A proposed class action lawsuit claims H&R Block, Inc. has pushed lower-income taxpayers to use its paid tax preparation services while concealing a free online filing feature the company is contractually obligated to offer to eligible consumers.
Another proposed class action lawsuit claims H&R Block, Inc. has pushed lower-income taxpayers to use its paid tax preparation services while concealing a free online filing feature the company is contractually obligated to offer to eligible consumers.
According to the lawsuit, H&R Block and 11 other tax software companies formed defendant Free File, Inc., which purports to be “a nonprofit coalition of industry-leading tax software companies partnered with the IRS to provide free electronic tax services.” As part of the agreement with the IRS, the suit explains, H&R Block and the other Free File members promised to offer free online tax return preparation and filing services to 70 percent of U.S. taxpayers, while the federal government agreed in exchange to stay out of the electronic tax preparation software market.
According to the lawsuit, however, less than 2.5 percent of eligible consumers, a group comprised of the lowest income taxpayers, have actually taken advantage of the free filing service. As the lawsuit tells it, the gap between those eligible to file for free and those who actually take advantage of the feature is of H&R Block’s design.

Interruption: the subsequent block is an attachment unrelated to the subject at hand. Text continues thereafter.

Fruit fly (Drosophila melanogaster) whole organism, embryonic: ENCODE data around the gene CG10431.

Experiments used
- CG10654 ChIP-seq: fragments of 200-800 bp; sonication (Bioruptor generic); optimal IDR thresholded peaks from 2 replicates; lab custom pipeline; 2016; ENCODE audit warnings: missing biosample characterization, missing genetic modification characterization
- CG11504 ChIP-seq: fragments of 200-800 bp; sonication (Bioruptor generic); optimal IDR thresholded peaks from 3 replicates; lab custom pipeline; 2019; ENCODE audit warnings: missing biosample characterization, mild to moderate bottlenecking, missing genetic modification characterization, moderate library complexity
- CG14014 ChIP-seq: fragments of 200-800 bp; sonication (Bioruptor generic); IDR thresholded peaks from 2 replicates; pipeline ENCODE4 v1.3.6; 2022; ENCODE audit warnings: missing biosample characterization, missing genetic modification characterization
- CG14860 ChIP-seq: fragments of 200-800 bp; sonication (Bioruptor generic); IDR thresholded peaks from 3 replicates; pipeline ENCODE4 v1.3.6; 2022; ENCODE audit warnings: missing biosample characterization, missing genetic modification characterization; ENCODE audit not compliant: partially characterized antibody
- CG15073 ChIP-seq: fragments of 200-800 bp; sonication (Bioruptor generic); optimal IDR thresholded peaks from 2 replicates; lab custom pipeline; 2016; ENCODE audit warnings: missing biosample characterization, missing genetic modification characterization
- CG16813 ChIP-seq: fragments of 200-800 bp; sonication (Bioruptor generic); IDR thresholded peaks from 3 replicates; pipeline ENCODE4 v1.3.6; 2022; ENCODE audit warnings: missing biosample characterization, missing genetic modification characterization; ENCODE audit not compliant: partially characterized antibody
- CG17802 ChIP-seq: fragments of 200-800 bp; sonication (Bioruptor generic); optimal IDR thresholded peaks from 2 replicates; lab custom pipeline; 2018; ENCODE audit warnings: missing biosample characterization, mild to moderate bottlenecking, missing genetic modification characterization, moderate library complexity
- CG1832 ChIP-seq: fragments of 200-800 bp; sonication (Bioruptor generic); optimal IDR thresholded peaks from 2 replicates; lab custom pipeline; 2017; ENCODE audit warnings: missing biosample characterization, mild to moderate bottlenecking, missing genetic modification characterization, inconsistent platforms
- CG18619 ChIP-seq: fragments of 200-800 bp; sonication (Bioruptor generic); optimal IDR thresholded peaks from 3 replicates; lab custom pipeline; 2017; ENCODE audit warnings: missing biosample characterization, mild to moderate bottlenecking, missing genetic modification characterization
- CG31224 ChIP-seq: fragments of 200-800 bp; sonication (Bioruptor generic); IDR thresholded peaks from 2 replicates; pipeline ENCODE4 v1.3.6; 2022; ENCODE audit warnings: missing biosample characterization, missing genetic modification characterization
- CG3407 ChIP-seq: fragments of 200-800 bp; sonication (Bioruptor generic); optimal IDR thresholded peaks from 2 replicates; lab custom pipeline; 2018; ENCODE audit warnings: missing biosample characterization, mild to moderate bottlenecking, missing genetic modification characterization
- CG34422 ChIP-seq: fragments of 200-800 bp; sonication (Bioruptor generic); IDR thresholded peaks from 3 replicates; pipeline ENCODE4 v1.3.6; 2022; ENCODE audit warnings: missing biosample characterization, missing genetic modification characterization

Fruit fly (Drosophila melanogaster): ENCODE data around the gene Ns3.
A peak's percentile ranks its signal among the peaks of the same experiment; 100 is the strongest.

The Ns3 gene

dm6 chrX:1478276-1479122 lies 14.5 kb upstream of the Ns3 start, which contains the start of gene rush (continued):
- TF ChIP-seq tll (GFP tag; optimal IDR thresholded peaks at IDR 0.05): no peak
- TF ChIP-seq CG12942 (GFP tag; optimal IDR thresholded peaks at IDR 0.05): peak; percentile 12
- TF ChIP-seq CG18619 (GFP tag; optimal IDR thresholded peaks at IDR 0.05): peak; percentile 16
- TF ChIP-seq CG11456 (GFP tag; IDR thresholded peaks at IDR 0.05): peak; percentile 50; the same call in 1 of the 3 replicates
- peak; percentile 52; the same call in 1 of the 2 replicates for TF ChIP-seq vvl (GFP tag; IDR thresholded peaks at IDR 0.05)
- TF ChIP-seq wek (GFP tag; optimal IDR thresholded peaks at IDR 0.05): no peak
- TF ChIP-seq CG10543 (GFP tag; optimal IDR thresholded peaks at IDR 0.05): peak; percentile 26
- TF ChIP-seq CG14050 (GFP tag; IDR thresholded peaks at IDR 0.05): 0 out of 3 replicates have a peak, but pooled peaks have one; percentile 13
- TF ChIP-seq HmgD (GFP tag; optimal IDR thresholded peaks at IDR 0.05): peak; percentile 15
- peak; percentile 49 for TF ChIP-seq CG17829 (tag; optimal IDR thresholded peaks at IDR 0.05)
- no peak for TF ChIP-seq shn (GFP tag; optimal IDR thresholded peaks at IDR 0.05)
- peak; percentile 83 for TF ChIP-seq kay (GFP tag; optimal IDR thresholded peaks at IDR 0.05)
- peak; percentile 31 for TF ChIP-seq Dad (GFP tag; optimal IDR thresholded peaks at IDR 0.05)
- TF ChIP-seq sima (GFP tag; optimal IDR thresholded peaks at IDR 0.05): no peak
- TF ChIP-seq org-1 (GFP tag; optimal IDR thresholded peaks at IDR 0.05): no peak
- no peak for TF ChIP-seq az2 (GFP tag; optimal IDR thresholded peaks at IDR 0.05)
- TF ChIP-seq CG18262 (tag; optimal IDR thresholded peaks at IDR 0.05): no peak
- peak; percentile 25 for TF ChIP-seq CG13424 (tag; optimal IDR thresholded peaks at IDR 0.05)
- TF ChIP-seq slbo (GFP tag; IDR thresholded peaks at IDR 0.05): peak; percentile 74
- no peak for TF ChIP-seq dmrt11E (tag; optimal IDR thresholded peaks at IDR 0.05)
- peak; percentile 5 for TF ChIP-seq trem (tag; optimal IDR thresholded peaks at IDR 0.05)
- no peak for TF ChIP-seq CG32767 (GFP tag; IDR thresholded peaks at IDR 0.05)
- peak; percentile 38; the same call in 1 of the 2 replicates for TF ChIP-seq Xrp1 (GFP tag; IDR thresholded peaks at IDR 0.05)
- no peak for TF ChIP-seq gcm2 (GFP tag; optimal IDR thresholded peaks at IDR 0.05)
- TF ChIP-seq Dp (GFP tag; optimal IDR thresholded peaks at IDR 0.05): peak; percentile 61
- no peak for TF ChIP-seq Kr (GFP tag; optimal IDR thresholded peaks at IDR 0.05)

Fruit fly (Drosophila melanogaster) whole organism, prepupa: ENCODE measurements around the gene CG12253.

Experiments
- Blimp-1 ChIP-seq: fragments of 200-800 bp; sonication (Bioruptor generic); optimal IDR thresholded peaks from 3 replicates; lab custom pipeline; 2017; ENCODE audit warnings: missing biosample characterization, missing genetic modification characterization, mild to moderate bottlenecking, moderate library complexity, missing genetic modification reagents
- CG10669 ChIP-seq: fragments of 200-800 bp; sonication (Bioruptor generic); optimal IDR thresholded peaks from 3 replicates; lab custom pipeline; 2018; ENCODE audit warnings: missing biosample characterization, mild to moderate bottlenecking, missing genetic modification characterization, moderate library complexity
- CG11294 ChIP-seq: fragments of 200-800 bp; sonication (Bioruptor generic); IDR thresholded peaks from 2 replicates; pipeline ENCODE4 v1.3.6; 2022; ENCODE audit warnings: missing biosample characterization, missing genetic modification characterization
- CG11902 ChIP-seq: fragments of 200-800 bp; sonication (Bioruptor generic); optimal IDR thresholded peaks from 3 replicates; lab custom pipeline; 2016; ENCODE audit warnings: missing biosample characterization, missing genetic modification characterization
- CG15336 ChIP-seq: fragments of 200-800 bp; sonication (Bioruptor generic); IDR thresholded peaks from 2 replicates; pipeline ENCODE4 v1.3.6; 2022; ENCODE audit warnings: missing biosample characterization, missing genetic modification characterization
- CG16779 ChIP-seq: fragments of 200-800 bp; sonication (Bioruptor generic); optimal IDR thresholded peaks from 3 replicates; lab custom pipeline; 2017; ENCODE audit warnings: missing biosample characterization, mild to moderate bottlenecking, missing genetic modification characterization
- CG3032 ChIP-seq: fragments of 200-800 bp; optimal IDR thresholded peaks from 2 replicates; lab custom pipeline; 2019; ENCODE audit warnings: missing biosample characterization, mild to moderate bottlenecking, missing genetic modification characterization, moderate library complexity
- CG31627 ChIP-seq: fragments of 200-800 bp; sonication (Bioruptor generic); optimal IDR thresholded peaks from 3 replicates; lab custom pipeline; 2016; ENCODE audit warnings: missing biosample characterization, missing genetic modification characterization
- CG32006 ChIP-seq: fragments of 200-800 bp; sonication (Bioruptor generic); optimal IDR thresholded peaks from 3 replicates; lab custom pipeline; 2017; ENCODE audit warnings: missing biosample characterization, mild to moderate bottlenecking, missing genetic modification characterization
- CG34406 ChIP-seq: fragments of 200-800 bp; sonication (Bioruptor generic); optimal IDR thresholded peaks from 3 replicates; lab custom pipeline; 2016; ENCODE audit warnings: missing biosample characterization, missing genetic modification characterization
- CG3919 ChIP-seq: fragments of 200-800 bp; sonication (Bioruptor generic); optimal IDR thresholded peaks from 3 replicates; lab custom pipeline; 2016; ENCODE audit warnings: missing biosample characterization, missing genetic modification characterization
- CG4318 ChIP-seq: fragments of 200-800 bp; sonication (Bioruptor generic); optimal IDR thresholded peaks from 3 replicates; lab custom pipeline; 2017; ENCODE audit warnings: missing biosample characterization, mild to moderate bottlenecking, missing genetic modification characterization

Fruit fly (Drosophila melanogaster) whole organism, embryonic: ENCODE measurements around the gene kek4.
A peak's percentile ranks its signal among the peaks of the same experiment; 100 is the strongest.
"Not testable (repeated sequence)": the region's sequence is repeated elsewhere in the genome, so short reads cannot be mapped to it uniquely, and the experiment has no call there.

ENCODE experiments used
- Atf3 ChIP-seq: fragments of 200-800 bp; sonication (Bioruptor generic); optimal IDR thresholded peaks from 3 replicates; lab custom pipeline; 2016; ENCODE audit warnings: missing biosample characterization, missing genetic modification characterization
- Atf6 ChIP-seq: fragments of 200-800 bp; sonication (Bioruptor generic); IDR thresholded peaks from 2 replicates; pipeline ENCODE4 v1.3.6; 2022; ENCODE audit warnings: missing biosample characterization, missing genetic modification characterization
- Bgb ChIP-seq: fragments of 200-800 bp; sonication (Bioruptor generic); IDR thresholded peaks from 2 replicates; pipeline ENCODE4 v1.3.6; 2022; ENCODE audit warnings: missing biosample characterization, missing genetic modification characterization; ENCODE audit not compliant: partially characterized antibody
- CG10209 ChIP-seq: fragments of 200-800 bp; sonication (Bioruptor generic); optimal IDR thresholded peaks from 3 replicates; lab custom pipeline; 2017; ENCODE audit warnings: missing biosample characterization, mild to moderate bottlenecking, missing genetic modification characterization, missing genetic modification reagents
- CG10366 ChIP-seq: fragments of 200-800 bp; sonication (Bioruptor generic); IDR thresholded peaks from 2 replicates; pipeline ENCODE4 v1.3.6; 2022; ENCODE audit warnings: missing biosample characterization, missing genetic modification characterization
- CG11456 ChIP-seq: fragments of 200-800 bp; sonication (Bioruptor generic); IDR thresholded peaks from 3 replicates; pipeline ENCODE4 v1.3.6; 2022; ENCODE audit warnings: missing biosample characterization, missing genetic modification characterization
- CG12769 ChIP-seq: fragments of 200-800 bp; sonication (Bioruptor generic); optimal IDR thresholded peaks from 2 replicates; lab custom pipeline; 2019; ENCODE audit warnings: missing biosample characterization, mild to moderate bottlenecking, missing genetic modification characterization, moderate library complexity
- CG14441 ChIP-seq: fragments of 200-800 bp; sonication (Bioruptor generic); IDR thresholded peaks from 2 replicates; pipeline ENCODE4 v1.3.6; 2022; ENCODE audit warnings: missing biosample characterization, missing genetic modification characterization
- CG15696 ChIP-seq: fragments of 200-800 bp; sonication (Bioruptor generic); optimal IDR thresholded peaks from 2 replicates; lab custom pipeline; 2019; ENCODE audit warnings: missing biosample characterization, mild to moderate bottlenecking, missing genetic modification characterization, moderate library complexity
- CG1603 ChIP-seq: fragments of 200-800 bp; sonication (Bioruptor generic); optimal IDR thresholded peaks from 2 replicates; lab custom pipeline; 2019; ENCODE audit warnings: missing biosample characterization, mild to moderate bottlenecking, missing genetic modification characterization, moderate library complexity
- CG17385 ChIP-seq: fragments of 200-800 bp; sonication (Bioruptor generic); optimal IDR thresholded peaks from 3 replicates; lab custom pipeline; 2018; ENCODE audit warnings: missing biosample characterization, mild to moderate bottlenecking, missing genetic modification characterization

“The reason for this disparity,” the complaint states, “is due in large part to H&R Block’s deceptive practices to prevent lower-income taxpayers from utilizing the program in favor of its paid product offerings.”
The lawsuit alleges that H&R Block directs consumers to its paid offerings “whenever possible” and has deliberately attempted to hide its obligatory free filing option from view on its website and in search engine results. From the complaint:
“At all times relevant to this litigation, H&R Block’s ‘Free File’ program was neither conspicuously referenced nor linked to anywhere on H&R Block’s main website. In fact, H&R Block’s Free File software had to be accessed through an entirely separate website. By contrast, H&R Block’s other online tax-filing products can be found on its main website. Given that a Google search for ‘H&R Block’ or ‘H&R Block Free’ would lead to H&R Block’s main website, consumers eligible to use the Free File software are unlikely to discover it.”
H&R Block has further misled consumers by deceptively advertising a “highly limited” “Free Online” offering separate from its true free filing services, according to the case. After entering their information, taxpayers are frequently told that they are ineligible for the “Free Online” services and are directed to one of the defendants’ paid products, the suit says. H&R Block apparently fails to mention that taxpayers could still be eligible for the company’s free file software, which the case stresses can only be accessed through a separate website.
According to the lawsuit, the defendants’ deceptive conduct has allowed H&R Block to generate “millions of dollars of ill-gotten gains from persons who can least afford it.”
Similar lawsuits have been filed against Intuit over its alleged concealment of TurboTax's free filing option.